Tuesday, January 18, 2022
Islamabad Travel Guide - Travel S Helper


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Islamabad has served as Pakistan’s capital since 1960, when it was relocated from Karachi. Although it is just the ninth biggest city in Pakistan, the wider Islamabad-Rawalpindi metropolitan region, which includes its twin city of Rawalpindi, is the third largest conurbation in the country, with a population of over 4.5 million people.

Islamabad has drawn individuals from all across Pakistan since its inception in the 1960s, making it one of Pakistan’s most cosmopolitan and urbanized towns. Islamabad, Pakistan’s capital, is the seat of the government, and the Presidential Palace (Aiwan-e-Sadr) is situated here.

By Pakistani standards, Islamabad is regarded as a comparatively clean, tranquil, and green city. It is home to many diplomats, politicians, and government personnel. Islamabad is a sophisticated, well-planned, well-maintained, and well-organized international metropolis situated on the Pothohar Plateau in north-eastern Pakistan, inside the Islamabad Capital Territory, and is considered Pakistan’s most developed city. It boasts the highest literacy rate in Pakistan and is surrounded by hills, similar to Canberra in Australia.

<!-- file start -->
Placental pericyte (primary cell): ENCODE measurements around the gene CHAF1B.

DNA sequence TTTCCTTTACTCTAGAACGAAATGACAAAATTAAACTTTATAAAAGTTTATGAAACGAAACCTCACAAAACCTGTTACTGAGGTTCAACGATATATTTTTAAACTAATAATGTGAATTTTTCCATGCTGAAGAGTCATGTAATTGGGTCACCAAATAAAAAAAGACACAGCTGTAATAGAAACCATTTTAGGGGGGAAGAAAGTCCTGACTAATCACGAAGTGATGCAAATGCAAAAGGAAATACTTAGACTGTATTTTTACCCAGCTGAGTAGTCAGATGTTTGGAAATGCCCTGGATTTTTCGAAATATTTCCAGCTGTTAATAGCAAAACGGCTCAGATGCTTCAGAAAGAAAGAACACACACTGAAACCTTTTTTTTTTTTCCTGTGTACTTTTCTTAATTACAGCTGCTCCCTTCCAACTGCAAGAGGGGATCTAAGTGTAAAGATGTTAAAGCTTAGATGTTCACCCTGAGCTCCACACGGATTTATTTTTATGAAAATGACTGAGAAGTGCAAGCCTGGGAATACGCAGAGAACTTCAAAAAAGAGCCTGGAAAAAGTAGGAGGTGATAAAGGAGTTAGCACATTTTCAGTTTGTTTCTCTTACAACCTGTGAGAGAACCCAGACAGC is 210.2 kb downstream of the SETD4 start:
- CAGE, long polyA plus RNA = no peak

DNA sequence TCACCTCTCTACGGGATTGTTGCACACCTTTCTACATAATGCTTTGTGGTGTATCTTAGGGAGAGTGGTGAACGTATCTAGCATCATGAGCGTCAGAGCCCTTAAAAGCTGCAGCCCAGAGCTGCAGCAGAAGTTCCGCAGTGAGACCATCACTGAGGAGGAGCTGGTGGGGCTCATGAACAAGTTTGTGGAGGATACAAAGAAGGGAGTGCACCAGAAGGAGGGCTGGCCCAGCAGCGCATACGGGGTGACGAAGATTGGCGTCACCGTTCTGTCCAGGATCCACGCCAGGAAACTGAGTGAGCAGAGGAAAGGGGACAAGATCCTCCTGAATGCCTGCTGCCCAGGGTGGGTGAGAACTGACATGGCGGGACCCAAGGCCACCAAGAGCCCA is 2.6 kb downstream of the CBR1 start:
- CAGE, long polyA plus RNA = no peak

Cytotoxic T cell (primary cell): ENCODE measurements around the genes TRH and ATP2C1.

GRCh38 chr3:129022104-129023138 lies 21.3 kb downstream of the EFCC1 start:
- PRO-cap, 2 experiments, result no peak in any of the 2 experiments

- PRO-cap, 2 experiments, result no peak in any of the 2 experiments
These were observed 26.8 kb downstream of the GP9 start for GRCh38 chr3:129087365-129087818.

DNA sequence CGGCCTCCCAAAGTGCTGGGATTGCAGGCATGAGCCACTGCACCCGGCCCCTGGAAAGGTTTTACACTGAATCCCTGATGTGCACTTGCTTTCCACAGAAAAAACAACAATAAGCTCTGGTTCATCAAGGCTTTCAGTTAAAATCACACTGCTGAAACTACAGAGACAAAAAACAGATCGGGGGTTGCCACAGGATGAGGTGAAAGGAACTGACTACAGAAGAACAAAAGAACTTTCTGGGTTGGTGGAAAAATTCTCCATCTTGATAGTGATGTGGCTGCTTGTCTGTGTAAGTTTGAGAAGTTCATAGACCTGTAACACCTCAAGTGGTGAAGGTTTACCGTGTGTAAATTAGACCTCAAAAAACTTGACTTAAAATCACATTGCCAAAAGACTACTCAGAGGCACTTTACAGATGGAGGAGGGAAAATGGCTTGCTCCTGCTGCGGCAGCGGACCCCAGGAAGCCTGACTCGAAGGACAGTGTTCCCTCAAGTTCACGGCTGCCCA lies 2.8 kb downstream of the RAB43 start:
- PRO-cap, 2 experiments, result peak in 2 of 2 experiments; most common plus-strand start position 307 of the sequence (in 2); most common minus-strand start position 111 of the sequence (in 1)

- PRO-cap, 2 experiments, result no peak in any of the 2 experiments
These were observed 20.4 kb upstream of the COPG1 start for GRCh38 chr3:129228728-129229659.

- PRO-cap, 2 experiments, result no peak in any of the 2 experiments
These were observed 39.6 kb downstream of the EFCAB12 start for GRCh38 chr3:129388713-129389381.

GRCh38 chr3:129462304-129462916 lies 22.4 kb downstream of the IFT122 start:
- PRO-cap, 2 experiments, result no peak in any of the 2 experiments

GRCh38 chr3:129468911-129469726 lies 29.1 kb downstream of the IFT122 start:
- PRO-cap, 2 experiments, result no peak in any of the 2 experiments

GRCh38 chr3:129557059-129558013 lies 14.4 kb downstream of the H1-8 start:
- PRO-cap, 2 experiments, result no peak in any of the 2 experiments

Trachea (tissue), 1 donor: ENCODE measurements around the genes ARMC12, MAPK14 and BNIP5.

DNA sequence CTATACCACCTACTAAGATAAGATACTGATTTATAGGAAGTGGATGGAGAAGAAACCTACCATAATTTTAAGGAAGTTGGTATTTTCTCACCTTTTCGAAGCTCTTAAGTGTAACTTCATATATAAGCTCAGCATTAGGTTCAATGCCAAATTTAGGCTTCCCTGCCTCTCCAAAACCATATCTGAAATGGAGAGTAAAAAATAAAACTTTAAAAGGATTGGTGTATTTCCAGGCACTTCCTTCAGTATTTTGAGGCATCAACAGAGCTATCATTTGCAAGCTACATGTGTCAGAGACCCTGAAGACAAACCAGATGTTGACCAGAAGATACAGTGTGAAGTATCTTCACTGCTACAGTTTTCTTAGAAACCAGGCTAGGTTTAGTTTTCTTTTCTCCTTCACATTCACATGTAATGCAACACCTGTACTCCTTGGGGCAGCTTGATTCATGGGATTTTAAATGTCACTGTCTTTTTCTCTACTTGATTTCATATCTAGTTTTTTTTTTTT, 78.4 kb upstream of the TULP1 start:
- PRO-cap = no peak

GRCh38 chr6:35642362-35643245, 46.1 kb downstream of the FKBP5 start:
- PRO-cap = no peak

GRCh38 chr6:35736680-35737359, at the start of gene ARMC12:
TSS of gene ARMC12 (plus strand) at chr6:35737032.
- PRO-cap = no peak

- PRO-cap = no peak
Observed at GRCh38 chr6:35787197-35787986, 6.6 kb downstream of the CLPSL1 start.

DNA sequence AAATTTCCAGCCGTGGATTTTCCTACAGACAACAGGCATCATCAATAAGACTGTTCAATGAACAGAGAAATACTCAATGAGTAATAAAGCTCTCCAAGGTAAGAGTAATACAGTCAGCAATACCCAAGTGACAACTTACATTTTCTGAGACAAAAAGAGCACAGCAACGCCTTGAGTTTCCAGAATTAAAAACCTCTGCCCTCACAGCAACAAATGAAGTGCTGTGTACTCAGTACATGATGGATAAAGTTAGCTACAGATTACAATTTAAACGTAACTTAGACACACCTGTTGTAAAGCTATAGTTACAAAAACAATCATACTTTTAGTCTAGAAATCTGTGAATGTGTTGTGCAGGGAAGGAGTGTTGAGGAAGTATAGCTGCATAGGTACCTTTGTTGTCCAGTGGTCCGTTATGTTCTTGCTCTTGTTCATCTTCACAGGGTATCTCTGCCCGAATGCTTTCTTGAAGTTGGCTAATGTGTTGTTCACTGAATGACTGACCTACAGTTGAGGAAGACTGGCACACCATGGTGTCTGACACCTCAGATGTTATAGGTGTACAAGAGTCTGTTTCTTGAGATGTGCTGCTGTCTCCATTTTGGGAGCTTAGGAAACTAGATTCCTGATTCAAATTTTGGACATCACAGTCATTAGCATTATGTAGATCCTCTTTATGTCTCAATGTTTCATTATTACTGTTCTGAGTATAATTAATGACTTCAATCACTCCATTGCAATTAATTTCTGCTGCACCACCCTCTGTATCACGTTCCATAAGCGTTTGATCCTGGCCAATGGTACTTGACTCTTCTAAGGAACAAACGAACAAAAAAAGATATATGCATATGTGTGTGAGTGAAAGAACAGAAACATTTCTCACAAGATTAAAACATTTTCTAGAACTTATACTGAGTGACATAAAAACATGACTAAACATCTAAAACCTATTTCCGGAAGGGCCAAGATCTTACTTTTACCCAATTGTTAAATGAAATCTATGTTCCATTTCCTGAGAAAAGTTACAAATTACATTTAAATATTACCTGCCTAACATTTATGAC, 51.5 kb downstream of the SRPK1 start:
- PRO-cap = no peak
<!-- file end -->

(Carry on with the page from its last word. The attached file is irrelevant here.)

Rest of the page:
Islamabad – Info Card

POPULATION :• Capital city 1.9 million
• Urban 1,829,180
• Metro 2.2 million
FOUNDED :  1960
LANGUAGE : Punjabi 68%, Pashto  15%, Others 18%
RELIGION : Islam 95.5% , Christianity 4 %, Others 0.5%
AREA :• Capital city 906.00 km2 (349.81 sq mi)
• Urban 906.00 km2 (349.81 sq mi)
ELEVATION :Highest elevation 620 m (2,000 ft)
Lowest elevation 490 m (1,610 ft)
COORDINATES : 33°43′N 73°04′E
SEX RATIO : Male: 51.40%
 Female: 48.60%
ETHNIC : Punjabi 44.68%, Pashtun (Pathan) 15.42%, Sindhi 14.1%, Sariaki 8.38%, Muhajirs 7.57%, Balochi 3.57%, other 6.28%
DIALING CODE :  +92 51
WEBSITE :  Official Website

Tourism in Islamabad

Islamabad is a relatively calm metropolis with a total size of 1,165.5 km2 (450 mi2), of which 906 km2 (349.8 mi2) is Islamabad proper. Visitors may be particularly interested in the Federal Government offices, Parliament House, and the official homes of the President and Prime Minister, as well as the Diplomatic Enclave – an area next to Parliament House devoted to foreign embassies and missions assigned to Pakistan.